APA 6th Edition Kolak-Bošnjak, A. (2015). HORVATSKO-VUGERSKA STRANKA I TUROPOLJSKO PLEMSTVO. Kaj, 48 (232) (3-4 (334-335)), 121-137. Preuzeto s https://hrcak.srce.hr/156752
MLA 8th Edition Kolak-Bošnjak, Arijana. "HORVATSKO-VUGERSKA STRANKA I TUROPOLJSKO PLEMSTVO." Kaj, vol. 48 (232), br. 3-4 (334-335), 2015, str. 121-137. https://hrcak.srce.hr/156752. Citirano 02.12.2020.
Chicago 17th Edition Kolak-Bošnjak, Arijana. "HORVATSKO-VUGERSKA STRANKA I TUROPOLJSKO PLEMSTVO." Kaj 48 (232), br. 3-4 (334-335) (2015): 121-137. https://hrcak.srce.hr/156752
Harvard Kolak-Bošnjak, A. (2015). 'HORVATSKO-VUGERSKA STRANKA I TUROPOLJSKO PLEMSTVO', Kaj, 48 (232)(3-4 (334-335)), str. 121-137. Preuzeto s: https://hrcak.srce.hr/156752 (Datum pristupa: 02.12.2020.)
Vancouver Kolak-Bošnjak A. HORVATSKO-VUGERSKA STRANKA I TUROPOLJSKO PLEMSTVO. Kaj [Internet]. 2015 [pristupljeno 02.12.2020.];48 (232)(3-4 (334-335)):121-137. Dostupno na: https://hrcak.srce.hr/156752
IEEE A. Kolak-Bošnjak, "HORVATSKO-VUGERSKA STRANKA I TUROPOLJSKO PLEMSTVO", Kaj, vol.48 (232), br. 3-4 (334-335), str. 121-137, 2015. [Online]. Dostupno na: https://hrcak.srce.hr/156752. [Citirano: 02.12.2020.]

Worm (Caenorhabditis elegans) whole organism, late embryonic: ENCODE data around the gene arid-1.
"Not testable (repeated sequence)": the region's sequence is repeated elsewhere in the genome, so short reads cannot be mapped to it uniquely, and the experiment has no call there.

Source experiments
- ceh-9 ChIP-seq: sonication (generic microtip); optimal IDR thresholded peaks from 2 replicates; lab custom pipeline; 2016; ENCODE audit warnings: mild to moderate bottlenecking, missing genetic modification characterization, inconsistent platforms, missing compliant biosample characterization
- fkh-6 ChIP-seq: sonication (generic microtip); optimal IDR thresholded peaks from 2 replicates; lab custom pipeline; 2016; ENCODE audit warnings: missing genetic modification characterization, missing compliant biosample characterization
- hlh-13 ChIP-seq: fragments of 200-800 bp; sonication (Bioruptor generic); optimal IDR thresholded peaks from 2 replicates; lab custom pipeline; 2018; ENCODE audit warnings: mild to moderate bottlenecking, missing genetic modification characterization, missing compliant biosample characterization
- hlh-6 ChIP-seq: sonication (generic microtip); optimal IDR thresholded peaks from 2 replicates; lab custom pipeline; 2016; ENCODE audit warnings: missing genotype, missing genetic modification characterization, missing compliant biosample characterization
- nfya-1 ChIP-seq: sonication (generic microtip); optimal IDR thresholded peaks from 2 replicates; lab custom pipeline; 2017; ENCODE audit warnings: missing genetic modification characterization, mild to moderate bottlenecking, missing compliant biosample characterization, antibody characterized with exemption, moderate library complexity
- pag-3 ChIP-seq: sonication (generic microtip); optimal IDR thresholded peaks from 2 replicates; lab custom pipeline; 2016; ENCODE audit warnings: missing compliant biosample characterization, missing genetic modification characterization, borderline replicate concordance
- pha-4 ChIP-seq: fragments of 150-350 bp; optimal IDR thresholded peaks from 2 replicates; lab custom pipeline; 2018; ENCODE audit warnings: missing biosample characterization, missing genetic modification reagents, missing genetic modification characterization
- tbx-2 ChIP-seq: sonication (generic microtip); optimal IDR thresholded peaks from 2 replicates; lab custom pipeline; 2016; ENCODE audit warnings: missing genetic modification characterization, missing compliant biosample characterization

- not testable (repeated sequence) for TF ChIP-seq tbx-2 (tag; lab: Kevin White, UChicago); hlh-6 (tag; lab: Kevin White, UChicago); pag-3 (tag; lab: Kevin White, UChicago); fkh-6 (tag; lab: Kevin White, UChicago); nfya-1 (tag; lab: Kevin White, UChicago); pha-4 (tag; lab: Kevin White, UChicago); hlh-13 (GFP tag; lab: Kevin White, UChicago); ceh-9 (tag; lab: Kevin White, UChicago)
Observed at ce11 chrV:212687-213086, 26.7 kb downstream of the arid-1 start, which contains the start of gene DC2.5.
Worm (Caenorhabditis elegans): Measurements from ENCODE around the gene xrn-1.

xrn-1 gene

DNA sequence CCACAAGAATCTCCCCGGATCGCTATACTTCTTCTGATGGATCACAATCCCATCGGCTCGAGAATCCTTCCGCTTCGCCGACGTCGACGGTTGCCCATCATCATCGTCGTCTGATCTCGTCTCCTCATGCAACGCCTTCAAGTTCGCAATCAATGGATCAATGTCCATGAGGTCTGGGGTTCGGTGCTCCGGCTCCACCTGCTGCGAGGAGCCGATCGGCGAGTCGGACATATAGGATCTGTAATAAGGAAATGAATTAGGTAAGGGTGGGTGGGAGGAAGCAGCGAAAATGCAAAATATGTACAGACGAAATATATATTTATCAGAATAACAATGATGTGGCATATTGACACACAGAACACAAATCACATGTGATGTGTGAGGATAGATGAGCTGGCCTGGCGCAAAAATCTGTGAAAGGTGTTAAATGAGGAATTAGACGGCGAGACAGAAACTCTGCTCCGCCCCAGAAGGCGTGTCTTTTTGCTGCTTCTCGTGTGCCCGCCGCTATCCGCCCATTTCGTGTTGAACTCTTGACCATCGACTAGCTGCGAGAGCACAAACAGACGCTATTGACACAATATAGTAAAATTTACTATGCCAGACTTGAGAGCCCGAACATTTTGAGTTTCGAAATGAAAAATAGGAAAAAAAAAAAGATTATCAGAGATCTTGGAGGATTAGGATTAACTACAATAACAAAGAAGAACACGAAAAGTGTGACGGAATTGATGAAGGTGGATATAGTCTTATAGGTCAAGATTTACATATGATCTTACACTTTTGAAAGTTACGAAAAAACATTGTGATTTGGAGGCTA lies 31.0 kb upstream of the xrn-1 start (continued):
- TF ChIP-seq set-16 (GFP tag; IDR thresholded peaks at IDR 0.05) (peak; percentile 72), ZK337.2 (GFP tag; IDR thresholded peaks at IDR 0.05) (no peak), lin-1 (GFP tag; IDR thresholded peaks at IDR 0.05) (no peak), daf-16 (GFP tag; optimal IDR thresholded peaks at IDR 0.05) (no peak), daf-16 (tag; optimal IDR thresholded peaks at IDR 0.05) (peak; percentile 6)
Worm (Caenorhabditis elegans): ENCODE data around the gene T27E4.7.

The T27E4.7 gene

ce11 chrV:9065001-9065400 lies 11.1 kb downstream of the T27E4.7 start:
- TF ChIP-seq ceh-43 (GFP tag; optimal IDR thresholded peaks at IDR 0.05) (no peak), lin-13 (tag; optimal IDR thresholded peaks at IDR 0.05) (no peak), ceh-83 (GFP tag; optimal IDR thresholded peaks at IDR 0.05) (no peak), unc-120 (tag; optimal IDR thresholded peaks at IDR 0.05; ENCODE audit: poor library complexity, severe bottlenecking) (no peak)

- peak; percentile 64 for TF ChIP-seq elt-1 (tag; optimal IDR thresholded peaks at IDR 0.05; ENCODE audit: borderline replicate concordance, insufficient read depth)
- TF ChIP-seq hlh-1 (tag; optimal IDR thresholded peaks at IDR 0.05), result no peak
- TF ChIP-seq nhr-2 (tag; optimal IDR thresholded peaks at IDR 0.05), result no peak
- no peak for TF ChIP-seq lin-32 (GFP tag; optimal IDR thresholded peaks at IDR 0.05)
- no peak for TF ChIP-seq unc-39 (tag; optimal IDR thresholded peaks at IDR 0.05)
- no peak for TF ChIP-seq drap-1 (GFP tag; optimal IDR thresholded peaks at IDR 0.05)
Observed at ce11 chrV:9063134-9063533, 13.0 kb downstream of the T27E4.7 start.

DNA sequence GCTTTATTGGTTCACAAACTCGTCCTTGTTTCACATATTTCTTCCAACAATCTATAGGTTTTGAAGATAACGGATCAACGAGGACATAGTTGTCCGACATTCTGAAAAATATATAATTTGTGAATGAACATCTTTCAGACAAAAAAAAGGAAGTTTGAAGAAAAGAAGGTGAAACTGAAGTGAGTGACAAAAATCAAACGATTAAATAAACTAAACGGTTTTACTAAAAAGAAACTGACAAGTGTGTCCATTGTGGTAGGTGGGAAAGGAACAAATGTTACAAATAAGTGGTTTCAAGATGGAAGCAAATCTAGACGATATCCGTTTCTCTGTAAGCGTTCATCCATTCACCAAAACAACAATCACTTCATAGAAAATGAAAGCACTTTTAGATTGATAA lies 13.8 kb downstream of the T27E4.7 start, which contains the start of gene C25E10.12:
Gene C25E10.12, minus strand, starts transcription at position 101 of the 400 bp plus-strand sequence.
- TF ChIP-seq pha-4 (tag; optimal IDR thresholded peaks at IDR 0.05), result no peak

Sažetak In the early 1840s two political parties appeared on the Croatian political scene, the Croatian-Hungarian Party and the Ilirian Party, later called the National Party. Their ideological differences caused constant conflicts between them, especially when struggling for the political power at the local county level and in the Croatian Parliament. In these conflicts the Croatian-Hungarian Party relied mainly on small landed gentry from Turopolje, which was numerous and represented its most significant support. Therefore, the opponents often referred to the Party as ‘the Turopolje Party’. However, taking into account the work of Antun Daniel Josipović, governor of Turopolje, as well as the fact that some other party members were of Turopolje origin, gentry from Turopolje represented also a strong intellectual force within the Party. Josipović, for example, advocated for close political alliance between Croatia and Hungary at the Hungarian Parliament based on acceptance of contemporary Hungarian national ideology: a unified Hungarian state with one nation, Hungarians, and one official language, Hungarian, but insisting on preservation of the Croatian autonomy within that state symbolized by the slogan “We are Croats”. This political attitude presented the ideology of the Croatian-Hungarian Party. Josipović’s brisk appearances in the Hungarian Parliament also managed to put on Diet’s agenda Turopolje question, another proof of the importance of gentry from Turopolje in the political turmoil during the 1840ties. However, in 1848 - due to their political actions during the 1840ties – some members of the party were politically persecuted and the Turopolje district was politically disciplined by military action.